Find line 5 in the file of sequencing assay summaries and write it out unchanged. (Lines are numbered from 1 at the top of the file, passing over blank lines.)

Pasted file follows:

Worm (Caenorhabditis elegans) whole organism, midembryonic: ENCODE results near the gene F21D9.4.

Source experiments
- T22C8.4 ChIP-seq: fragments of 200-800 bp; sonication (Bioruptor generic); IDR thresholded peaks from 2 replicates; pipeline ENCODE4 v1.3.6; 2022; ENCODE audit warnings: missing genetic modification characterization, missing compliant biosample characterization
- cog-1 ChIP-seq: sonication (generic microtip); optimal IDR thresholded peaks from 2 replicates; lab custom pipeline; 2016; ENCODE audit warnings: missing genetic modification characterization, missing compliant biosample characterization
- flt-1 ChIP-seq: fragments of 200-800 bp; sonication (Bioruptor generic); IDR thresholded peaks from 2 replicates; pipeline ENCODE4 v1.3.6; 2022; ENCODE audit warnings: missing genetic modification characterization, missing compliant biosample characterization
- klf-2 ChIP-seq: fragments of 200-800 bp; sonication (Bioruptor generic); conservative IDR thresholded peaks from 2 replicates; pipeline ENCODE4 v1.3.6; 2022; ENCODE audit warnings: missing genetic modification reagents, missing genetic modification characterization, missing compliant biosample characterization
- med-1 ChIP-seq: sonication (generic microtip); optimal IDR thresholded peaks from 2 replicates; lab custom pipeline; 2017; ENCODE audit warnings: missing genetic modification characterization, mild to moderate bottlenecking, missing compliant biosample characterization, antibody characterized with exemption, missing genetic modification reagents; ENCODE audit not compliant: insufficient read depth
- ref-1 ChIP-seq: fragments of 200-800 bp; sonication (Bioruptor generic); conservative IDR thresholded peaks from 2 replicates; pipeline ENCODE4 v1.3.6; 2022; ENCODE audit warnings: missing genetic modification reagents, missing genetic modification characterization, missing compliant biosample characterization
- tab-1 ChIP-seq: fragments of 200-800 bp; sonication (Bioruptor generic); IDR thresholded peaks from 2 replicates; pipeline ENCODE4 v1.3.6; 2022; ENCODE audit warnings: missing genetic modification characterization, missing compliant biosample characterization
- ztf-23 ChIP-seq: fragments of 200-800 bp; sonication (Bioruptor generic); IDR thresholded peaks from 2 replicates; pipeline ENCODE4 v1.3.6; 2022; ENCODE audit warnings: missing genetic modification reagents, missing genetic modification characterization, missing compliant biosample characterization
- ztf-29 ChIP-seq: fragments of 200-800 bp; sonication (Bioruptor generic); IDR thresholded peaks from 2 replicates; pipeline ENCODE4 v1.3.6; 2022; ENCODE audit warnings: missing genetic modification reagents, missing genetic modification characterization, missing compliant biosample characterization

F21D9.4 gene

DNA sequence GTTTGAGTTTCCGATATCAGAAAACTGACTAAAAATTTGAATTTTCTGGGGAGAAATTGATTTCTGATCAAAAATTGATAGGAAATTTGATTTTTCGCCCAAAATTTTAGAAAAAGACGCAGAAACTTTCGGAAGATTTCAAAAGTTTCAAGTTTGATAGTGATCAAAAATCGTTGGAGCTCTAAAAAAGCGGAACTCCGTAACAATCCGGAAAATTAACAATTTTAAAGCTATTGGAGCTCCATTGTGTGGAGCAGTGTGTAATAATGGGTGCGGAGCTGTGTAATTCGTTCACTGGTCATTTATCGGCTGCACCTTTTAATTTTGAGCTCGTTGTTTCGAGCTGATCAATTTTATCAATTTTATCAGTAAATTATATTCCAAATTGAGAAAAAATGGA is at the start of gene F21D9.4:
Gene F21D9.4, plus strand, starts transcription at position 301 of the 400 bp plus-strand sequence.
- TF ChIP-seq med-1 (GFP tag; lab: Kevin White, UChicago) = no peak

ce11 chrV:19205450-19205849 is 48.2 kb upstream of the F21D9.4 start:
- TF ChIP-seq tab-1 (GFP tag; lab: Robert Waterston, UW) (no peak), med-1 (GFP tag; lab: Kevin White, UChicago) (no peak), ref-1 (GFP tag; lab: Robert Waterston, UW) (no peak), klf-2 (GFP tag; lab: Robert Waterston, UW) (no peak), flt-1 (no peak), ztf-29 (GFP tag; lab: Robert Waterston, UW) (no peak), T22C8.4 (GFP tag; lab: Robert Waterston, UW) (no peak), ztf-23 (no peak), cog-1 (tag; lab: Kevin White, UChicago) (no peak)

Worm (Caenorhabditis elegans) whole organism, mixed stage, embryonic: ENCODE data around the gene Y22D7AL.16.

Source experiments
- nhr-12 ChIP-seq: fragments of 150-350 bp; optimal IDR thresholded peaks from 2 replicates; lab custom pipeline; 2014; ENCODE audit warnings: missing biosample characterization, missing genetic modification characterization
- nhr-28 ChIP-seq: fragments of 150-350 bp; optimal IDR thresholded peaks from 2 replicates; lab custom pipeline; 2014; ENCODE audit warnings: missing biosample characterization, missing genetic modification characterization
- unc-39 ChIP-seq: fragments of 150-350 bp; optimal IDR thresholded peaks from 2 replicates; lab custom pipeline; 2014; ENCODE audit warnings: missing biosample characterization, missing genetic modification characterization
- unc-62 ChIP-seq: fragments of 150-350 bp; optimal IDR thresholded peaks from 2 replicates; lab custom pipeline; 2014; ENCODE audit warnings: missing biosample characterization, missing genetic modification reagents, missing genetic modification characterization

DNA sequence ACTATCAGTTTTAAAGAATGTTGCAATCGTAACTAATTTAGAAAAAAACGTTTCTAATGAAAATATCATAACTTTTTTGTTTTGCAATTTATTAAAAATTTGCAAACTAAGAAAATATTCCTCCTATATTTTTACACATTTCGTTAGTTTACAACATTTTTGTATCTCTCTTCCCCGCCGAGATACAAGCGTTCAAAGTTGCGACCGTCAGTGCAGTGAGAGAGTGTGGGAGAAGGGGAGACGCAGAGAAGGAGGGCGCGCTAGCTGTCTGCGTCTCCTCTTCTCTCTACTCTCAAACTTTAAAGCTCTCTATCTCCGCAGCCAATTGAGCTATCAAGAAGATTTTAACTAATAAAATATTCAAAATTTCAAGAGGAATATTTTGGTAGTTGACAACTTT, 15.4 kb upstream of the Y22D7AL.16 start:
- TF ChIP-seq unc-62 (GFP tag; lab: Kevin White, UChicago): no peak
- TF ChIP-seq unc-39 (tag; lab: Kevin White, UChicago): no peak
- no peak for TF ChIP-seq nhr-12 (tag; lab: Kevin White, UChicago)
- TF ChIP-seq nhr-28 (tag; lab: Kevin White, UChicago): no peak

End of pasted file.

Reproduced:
- flt-1 ChIP-seq: fragments of 200-800 bp; sonication (Bioruptor generic); IDR thresholded peaks from 2 replicates; pipeline ENCODE4 v1.3.6; 2022; ENCODE audit warnings: missing genetic modification characterization, missing compliant biosample characterization